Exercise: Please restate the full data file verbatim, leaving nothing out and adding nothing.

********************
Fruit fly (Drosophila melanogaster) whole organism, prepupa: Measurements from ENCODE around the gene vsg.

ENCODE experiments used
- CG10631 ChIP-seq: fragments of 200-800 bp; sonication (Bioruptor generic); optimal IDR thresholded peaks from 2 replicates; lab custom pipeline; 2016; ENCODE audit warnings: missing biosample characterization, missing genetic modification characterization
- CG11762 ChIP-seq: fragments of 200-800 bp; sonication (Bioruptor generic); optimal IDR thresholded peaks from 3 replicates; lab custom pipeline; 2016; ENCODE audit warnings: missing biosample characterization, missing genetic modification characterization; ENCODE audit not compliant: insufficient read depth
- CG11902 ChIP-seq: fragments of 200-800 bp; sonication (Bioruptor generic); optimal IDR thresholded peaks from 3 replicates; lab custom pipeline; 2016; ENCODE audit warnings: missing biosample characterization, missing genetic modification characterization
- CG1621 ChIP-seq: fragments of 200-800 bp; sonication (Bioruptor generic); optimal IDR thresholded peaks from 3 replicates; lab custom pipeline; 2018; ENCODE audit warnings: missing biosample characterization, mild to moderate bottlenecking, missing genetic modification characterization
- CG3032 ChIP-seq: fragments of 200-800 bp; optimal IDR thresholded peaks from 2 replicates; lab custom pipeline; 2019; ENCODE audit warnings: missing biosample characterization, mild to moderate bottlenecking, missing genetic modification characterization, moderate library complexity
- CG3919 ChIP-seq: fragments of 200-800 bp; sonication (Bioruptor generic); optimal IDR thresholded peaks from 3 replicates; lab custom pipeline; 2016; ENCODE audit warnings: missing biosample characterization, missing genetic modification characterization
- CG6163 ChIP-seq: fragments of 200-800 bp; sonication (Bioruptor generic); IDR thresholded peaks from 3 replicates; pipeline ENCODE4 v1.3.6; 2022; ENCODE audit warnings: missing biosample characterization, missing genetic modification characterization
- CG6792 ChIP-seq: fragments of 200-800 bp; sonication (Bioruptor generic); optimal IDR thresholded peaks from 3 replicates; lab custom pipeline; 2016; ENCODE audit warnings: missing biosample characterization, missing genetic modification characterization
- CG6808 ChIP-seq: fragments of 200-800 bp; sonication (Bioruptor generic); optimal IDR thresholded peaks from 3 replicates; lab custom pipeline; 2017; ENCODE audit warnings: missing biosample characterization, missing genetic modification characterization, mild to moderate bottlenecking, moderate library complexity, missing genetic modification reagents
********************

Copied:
Fruit fly (Drosophila melanogaster) whole organism, prepupa: Measurements from ENCODE around the gene vsg.

ENCODE experiments used
- CG10631 ChIP-seq: fragments of 200-800 bp; sonication (Bioruptor generic); optimal IDR thresholded peaks from 2 replicates; lab custom pipeline; 2016; ENCODE audit warnings: missing biosample characterization, missing genetic modification characterization
- CG11762 ChIP-seq: fragments of 200-800 bp; sonication (Bioruptor generic); optimal IDR thresholded peaks from 3 replicates; lab custom pipeline; 2016; ENCODE audit warnings: missing biosample characterization, missing genetic modification characterization; ENCODE audit not compliant: insufficient read depth
- CG11902 ChIP-seq: fragments of 200-800 bp; sonication (Bioruptor generic); optimal IDR thresholded peaks from 3 replicates; lab custom pipeline; 2016; ENCODE audit warnings: missing biosample characterization, missing genetic modification characterization
- CG1621 ChIP-seq: fragments of 200-800 bp; sonication (Bioruptor generic); optimal IDR thresholded peaks from 3 replicates; lab custom pipeline; 2018; ENCODE audit warnings: missing biosample characterization, mild to moderate bottlenecking, missing genetic modification characterization
- CG3032 ChIP-seq: fragments of 200-800 bp; optimal IDR thresholded peaks from 2 replicates; lab custom pipeline; 2019; ENCODE audit warnings: missing biosample characterization, mild to moderate bottlenecking, missing genetic modification characterization, moderate library complexity
- CG3919 ChIP-seq: fragments of 200-800 bp; sonication (Bioruptor generic); optimal IDR thresholded peaks from 3 replicates; lab custom pipeline; 2016; ENCODE audit warnings: missing biosample characterization, missing genetic modification characterization
- CG6163 ChIP-seq: fragments of 200-800 bp; sonication (Bioruptor generic); IDR thresholded peaks from 3 replicates; pipeline ENCODE4 v1.3.6; 2022; ENCODE audit warnings: missing biosample characterization, missing genetic modification characterization
- CG6792 ChIP-seq: fragments of 200-800 bp; sonication (Bioruptor generic); optimal IDR thresholded peaks from 3 replicates; lab custom pipeline; 2016; ENCODE audit warnings: missing biosample characterization, missing genetic modification characterization
- CG6808 ChIP-seq: fragments of 200-800 bp; sonication (Bioruptor generic); optimal IDR thresholded peaks from 3 replicates; lab custom pipeline; 2017; ENCODE audit warnings: missing biosample characterization, missing genetic modification characterization, mild to moderate bottlenecking, moderate library complexity, missing genetic modification reagents